Enforcement of average speed cameras on A13 to begin on 31 January


  • Site of more than 400 collisions will be the first place in UK where average speed cameras enforce speed limit along a major urban road
  • New upgraded system will help reduce road collisions and improve traffic flow through east  London


An average speed camera system, the first of its kind in the UK, will begin operating between Canning Town and the Goresbrook Interchange on the A13 from 31 January to help reduce the number of deaths and serious injuries on this stretch of road; notorious for collisions.

In agreement with the Metropolitan Police and local borough councils, TfL is introducing the new system at this site as it sees a higher amount of collisions than is usual for London’s roads. Between 2007 and 2009, there were 426 collisions on this stretch; resulting in two deaths and 37 serious casualties.

More than 70 per cent of those collisions involved cars or goods vehicles and it is hoped the introduction of these new speed cameras will reduce collisions by around 30 per cent.

The new camera system will replace the existing fixed and mobile safety cameras along the stretch of road. As well as reducing the number of people killed or harmed on the road, it is also hoped this system will reduce congestion caused by collisions, helping to further smooth traffic flow.

Road collisions are responsible for around 28 per cent of congestion in London. Studies by TfL show that collisions along the stretch of A13 from Canning Town flyover to Goresbrook Interchange can take up to seven hours to be cleared, with the average time being around two hours per collision. 

A total of 84 cameras, based at 37 locations, will monitor the speed of vehicles as they drive along part or all of the Canning Town to Goresbrook Interchange section of the A13. If the average speed for a vehicle along the stretch of the road they drive along is above the speed limit, the owner of the car will be issued with a Notice of Intended Prosecution (NIP) by the Metropolitan Police.

In preparation for the system going live on 31 January, the speed limit will be raised from 40mph to 50mph on the section of the A13 to the east of the Canning Town Flyover and the Goresbrook Interchange in the London boroughs of Newham and Barking & Dagenham. 

The increase in speed limit follows a review of the dual three lane design of the A13, which showed that a 50mph speed limit is appropriate for this stretch of road. The speed limit across the Lodge Avenue and Canning Town Flyovers will remain as they currently are.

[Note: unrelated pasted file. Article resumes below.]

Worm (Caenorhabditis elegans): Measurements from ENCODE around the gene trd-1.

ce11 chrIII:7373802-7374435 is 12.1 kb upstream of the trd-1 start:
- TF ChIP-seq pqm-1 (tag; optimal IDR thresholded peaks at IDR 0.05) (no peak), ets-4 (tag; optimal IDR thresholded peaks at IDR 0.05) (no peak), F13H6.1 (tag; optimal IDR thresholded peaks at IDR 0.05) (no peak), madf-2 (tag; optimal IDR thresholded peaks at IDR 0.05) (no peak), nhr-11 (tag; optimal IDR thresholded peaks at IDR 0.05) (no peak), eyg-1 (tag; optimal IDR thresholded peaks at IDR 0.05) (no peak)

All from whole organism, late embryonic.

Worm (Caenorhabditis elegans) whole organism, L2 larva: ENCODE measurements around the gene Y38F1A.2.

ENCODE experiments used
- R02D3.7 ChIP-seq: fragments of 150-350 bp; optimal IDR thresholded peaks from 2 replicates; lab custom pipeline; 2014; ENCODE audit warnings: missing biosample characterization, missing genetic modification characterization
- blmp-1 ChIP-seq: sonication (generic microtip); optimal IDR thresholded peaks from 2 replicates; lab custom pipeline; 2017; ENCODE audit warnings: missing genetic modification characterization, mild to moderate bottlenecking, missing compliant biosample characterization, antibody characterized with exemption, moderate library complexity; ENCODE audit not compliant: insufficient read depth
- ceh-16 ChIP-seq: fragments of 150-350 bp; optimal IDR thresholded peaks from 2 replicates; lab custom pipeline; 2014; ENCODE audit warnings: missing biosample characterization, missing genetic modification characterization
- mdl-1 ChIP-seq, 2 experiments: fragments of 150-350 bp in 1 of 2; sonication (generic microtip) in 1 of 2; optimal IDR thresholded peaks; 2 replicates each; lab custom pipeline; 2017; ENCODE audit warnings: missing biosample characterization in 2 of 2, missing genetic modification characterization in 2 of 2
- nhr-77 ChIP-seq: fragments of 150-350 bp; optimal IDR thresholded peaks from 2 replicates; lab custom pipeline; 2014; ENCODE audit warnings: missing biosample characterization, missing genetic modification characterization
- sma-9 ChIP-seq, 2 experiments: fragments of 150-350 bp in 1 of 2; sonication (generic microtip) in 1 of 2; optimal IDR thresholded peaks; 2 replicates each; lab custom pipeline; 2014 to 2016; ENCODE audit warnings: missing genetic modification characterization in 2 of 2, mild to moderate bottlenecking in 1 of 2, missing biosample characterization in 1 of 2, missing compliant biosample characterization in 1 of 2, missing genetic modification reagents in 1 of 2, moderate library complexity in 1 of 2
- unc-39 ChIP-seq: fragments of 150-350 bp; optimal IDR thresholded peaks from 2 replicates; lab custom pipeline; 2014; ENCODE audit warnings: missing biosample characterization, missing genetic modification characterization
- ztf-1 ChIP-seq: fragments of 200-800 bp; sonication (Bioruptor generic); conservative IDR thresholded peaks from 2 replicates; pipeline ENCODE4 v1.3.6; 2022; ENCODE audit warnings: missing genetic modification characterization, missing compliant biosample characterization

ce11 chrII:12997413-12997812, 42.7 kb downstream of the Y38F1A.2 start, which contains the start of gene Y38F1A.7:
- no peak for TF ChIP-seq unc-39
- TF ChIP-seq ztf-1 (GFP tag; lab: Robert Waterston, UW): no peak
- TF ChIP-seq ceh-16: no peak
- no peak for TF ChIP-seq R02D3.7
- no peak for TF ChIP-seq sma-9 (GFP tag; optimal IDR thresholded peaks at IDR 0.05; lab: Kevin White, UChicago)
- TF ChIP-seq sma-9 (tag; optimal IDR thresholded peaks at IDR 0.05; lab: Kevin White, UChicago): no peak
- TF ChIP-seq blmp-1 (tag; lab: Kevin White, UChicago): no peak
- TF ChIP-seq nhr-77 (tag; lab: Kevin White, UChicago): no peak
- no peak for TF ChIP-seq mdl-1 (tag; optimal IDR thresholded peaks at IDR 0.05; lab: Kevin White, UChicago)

David Brown, Managing Director of Surface Transport at TfL, said:

“Road safety in the Capital is something that the Mayor and TfL take extremely seriously and this new average speed camera system along the A13 is not only a first for London, but a first for the UK.

“Once active, the upgraded safety camera system will help significantly reduce the number of collisions that occur along this stretch of road, resulting in fewer serious casualties and reduced collision-related traffic congestion in the local area.”

PC Simon Wickenden of Chadwell Heath Traffic Management Unit said: “We fully support both the increase in the speed limit and the average speed camera system on the A13. Experience elsewhere has shown that average speed cameras increase road safety and at the same time better regulate traffic flow.

“We believe the speed limit is more appropriate for a dual carriageway like this and the potential reduction in collisions would mean fewer lengthy road closures as the necessary investigations take place.”

Andrew Overton Retires

New beginnings for historical name  

As the industry gets used to a new name for a historical icon, there has been another change within this traditional market.  Andrew Overton, whose
grand-father, founded Mann & Overton in 1899, has decided to retire from
The London Taxi Company after more than 41 years in the taxi trade.

Andrew has held many roles over the years, including Managing Director of Mann & Overton, when the company was owned by Lloyds and Scottish. 
He remained an integral part of the business, taking on the role of Sales & Marketing Director, following Manganese Bronze’s acquisition of London Taxis International in 1985.

Latterly he was Market Development Director for LTI Limited, the next incarnation of the recently renamed company, a role that was adapted approximately 7 years ago, allowing Andrew to reduce hours, whilst still
acting in a consultative capacity.

In 2009, he became The Master of the Worshipful Company of Hackney Carriage Drivers, an organisation that he intends to remain a part of for
years to come.